Stepney School Board

I took a minor deviation from my normal Sunday morning route and spotted that an old Board School on the far side of Shandy Park had been converted into luxury flats.   It is described in the sales particulars as ‘dating back to the second world war’ which shows how much estate agents know of architectural history as it so obviously dates back to the Queen Anne Revival.   It is the surviving wing of the original Ben Jonson School, constructed in 1872 on the Prussian model, and contained the original Cookery and Laundry Centre added in 1895, as well as the local School Board’s Divisional Offices:-





4 thoughts on “Stepney School Board

  1. pbmum says:

    Thank you for this. The estate agents brochure for ‘So Old School’ at ‘So Stepney’ has made me laugh out loud. Good fun comparing it to the claims being made for the then under construction Ocean Estate in the Official Metropolitan Borough Guide to Stepney in, I think, 1953 (for some reason my mum has kept her copy from new). They were boasting not just of cottages and flats and maisonettes – all with ‘latter-day ancillaries’ – but 297 perambulator sheds and an estate workshop. In the 70s I was at school with people who lived ‘on the Ocean’ and by then it had something of a reputation. I guess that the perambulator sheds, like the bike sheds on the estate I lived on, had become a target for vandalism and arson.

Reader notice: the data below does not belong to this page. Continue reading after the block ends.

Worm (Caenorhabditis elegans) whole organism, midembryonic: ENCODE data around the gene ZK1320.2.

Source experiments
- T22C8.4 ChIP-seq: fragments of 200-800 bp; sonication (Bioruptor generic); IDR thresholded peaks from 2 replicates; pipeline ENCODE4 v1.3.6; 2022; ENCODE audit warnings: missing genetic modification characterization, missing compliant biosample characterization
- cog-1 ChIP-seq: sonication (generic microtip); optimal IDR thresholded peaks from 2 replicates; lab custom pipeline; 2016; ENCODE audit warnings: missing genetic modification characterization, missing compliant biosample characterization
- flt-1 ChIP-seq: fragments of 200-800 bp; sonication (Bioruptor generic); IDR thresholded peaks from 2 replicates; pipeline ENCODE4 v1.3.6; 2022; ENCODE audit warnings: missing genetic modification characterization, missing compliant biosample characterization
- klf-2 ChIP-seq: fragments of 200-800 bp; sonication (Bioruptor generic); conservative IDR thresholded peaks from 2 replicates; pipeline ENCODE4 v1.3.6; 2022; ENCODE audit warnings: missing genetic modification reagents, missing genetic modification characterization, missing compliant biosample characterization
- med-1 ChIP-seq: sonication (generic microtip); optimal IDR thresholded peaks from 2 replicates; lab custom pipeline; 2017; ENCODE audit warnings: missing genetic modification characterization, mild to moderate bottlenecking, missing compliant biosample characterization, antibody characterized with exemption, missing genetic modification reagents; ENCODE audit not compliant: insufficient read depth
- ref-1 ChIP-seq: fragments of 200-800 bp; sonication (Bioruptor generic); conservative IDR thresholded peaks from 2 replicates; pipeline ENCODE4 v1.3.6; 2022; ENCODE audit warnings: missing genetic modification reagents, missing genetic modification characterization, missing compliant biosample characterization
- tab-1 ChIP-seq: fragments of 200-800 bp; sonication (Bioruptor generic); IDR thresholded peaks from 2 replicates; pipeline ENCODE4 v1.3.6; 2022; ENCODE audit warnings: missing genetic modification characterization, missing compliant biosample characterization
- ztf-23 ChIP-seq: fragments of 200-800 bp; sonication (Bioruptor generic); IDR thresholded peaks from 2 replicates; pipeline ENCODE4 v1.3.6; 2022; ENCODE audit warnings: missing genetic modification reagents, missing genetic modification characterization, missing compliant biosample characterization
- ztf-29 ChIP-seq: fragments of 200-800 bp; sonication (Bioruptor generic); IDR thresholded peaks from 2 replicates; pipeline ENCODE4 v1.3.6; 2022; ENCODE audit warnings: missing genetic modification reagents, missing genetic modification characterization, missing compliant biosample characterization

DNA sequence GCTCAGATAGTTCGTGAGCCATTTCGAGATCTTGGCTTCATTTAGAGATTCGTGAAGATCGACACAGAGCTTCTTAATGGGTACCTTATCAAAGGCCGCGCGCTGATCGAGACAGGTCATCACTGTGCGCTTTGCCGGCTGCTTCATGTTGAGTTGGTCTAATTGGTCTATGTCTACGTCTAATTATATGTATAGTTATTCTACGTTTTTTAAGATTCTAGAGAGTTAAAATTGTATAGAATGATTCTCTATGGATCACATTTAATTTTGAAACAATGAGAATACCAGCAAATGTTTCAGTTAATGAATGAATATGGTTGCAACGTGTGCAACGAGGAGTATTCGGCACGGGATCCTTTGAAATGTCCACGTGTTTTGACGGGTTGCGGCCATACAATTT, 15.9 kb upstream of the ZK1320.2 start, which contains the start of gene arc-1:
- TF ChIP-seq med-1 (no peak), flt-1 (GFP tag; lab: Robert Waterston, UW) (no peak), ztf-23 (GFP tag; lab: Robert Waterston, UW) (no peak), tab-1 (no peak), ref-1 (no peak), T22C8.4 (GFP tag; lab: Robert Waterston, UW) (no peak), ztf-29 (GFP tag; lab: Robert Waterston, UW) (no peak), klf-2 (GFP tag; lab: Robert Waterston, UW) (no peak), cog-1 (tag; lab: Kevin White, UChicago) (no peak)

Finally got to the Liotard exhibition yesterday with my 14 year old daughter. We really enjoyed it and she is currently writing about it for her Silver Arts Award.


  2. Victoria says:

    I love these old board school buildings and had noticed they are all of a similar design and it makes sense, though hadn’t twigged until I looked up the Prussian model that they came in as part of the introduction of mass schooling. It was interesting to read about the competion to design and build 27 board schools in London and how so many famous London architects were invited to bid, but that few did. It seems the Stepney school was the first school in London, and possibly England to introduce classrooms, rather than just having all the pupils taught together in a large schoolroom with fixed desks.
    The demand for new schools and the challenge to build new schools seems to carry the same issues today as in the 1870s. We haven’t as far as I know run competitions to build schools at scale. But there’s an idea. I also find it interesting that America still operates the school board system as they must have used our model / Prussian model before we moved to the system of local authorities. Best wishes Victoria

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